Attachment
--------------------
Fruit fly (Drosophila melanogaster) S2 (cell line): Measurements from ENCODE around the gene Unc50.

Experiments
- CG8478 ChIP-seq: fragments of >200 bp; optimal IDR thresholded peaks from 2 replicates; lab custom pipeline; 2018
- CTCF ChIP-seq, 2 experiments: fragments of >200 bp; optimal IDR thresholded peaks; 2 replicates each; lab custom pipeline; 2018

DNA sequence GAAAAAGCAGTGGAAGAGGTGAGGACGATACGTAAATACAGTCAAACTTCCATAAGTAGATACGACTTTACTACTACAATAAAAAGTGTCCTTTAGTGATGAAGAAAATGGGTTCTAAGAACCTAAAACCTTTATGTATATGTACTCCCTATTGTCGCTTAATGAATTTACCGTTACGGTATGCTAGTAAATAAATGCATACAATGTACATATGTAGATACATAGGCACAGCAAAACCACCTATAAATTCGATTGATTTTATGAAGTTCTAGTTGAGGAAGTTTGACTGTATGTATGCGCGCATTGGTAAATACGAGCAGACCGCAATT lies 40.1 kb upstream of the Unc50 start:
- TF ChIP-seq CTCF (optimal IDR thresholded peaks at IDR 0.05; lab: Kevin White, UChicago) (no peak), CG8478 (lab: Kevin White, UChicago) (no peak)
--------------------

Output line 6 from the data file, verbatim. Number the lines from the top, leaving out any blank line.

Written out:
- TF ChIP-seq CTCF (optimal IDR thresholded peaks at IDR 0.05; lab: Kevin White, UChicago) (no peak), CG8478 (lab: Kevin White, UChicago) (no peak)